Or (a recurring whinge): " You don’t love me. If you loved me, you would do what I asked" (p. 382)

Well, it is easy to skewer this kind of thing. Unfortunately, the writing detracts from a work that does deal with an intense and dramatic period of history, during which a clash of ideologies and world views was being played out in major crises and brutal wars that involved untold numbers of deaths and tragedies. Timely, as well, for sure. Not long ago I read a news report in which Russian officials were, behind the scenes, referring to Putin's desperate mass of new, untrained conscripts as "ground meat". The echoes are here, in the bloody Russan campaign against the Nazis: "Unofficially, they called it 'the Rzhev meat grinder,' as a conveyor of bodies was fed into the maw of a forest swamp between Rzhev and Bely". (p. 264)

I was moved to follow some of the references to Birobidzhan, of which I confess to having been largely ignorant beforehand. Wikipedia was enlightening and led me to:

The author's references are also an excellent starting point. Who knew that the Jewish Autonomous Region is still there on the maps and still has a Yiddish column in its newspapers ? That you can find, to this day, in Google Maps, running through one of its town, on the Sino-Russian border, a main street with the name "Ulitsa Sholom-Aleykhema" ? Who knew that the Canadian-born (a Manitoba native) Arctic explorer Vilhjalmur Stefansson was involved with the promotion of Jewish emigration to Birobidzhan ? In all, a fascinating if flawed work.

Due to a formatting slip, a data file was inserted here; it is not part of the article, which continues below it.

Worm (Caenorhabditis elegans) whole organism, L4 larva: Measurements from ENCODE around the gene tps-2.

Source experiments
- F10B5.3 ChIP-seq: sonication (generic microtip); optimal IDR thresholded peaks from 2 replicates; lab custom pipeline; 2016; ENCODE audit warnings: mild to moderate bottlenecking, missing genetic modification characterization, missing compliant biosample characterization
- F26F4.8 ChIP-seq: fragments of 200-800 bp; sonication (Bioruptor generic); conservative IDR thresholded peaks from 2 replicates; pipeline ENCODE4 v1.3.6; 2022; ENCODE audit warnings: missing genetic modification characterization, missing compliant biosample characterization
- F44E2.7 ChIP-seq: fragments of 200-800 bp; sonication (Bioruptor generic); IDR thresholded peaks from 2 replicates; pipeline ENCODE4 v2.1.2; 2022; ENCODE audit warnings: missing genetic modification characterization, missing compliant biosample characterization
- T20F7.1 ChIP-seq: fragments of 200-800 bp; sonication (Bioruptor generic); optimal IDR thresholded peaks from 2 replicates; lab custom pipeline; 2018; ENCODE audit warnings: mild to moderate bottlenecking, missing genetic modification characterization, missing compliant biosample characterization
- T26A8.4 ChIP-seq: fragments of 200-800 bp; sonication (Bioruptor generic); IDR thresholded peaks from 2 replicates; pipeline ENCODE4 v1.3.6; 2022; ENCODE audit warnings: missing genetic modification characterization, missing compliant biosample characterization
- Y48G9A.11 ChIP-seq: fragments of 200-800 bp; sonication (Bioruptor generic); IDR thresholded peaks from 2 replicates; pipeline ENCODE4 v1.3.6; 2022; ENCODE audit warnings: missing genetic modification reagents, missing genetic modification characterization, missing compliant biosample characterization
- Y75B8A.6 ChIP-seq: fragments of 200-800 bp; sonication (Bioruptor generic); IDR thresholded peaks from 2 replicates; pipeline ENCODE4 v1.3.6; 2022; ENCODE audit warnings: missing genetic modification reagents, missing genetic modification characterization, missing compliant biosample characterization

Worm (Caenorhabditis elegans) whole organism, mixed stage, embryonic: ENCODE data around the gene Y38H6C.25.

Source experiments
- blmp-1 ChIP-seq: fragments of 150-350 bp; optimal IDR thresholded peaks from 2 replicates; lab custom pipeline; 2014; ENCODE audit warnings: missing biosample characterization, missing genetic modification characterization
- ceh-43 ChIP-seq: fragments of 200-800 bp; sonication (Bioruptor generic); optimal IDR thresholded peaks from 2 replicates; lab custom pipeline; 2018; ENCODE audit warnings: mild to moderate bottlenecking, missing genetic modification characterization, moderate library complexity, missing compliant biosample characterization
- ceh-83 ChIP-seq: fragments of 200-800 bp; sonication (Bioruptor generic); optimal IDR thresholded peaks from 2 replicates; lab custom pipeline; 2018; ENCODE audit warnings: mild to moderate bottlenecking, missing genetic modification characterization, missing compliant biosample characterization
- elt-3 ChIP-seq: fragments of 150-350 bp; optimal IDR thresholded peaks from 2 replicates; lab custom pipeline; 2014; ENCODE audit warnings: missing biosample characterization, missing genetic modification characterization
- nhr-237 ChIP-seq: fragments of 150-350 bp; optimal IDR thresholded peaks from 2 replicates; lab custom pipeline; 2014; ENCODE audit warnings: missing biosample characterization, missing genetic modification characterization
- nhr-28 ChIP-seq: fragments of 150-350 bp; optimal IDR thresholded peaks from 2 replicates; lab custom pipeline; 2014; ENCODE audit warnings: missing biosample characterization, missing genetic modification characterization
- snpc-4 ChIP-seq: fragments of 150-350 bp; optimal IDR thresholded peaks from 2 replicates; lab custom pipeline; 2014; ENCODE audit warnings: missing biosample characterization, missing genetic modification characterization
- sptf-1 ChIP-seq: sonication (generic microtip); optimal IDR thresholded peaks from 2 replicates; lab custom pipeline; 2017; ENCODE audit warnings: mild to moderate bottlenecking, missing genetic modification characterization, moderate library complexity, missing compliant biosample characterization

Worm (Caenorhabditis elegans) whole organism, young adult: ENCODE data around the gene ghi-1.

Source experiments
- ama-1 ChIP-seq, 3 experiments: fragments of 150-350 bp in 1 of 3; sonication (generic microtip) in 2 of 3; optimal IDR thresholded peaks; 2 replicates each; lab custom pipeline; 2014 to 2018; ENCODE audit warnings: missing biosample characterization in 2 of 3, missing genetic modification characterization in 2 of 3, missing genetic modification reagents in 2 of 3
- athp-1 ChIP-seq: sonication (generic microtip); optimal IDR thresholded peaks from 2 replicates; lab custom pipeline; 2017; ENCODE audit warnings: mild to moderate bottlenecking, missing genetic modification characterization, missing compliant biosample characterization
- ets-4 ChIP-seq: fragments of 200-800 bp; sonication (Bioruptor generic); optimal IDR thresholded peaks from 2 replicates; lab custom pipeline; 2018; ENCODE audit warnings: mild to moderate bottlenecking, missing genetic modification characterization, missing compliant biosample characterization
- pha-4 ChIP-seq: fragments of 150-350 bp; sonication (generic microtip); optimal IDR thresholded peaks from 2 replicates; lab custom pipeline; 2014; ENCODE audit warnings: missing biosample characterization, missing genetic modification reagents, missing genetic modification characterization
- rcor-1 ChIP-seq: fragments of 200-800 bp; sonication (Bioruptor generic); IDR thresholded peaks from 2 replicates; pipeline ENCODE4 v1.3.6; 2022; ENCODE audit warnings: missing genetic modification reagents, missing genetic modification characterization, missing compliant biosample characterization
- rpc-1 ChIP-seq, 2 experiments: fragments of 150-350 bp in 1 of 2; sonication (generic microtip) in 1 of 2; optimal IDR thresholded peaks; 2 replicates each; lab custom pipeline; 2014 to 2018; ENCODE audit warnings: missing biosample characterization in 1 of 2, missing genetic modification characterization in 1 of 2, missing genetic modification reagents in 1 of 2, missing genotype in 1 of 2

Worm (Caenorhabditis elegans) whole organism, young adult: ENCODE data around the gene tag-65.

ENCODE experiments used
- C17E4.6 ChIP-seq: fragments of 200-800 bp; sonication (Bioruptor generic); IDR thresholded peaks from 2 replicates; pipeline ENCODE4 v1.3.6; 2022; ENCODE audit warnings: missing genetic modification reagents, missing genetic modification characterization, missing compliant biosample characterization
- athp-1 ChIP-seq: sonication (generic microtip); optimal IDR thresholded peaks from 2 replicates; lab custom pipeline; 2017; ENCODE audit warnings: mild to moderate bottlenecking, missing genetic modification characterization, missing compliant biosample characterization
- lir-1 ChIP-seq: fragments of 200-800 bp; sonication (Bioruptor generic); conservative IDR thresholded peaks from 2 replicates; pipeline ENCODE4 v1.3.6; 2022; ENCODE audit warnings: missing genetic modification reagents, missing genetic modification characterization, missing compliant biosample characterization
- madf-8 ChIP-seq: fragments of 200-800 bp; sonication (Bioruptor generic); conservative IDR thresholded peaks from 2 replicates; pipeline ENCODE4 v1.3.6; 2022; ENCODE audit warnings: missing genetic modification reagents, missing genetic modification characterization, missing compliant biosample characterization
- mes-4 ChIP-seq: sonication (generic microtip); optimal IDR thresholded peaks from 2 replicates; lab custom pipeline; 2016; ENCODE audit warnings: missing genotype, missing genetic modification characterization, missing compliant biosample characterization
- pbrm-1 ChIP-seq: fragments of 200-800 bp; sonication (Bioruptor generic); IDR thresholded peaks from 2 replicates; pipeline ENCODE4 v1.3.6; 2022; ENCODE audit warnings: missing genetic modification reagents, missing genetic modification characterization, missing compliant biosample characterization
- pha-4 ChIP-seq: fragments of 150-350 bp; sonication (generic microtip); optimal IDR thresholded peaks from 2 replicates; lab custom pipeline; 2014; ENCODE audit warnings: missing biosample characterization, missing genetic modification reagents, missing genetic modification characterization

… (mais)
cns1000 | outras 17 resenhas | Feb 12, 2023 |
Esta resenha foi escrita no âmbito dos Primeiros Resenhistas do LibraryThing.
A very interesting book about a Jewish woman, Regina, who moves from Moscow to the Jewish Autonomous Region and her adventures and trauma throughout the war. I had never heard of the JAR before, so this book definitely piqued my interest based on the description. Regina is a strong willed character and often difficult to like. The first half of the book was incredibly slow, but the second half made up for it. The storyline in the 1980s was also quite interesting and kept my interest with it's characters and complicated situations they had to navigate. Overall an enjoyable read that has me wanting to learn more about the JAR… (mais)
Caitlin.Dionne | outras 17 resenhas | Jan 15, 2023 |
Esta resenha foi escrita no âmbito dos Primeiros Resenhistas do LibraryThing.
I wish I could have read this whole book. I think it would have been a great story. I had several issues with getting this book. It was an ebook and I had trouble receiving. Once I finally got the book to download and started reading the next thing it had expired. It was taking me longer to read, as I discovered that I do not really enjoy reading by ebook method. I guess I better stick to an actual book.
Orange4Me | outras 17 resenhas | Jan 5, 2023 |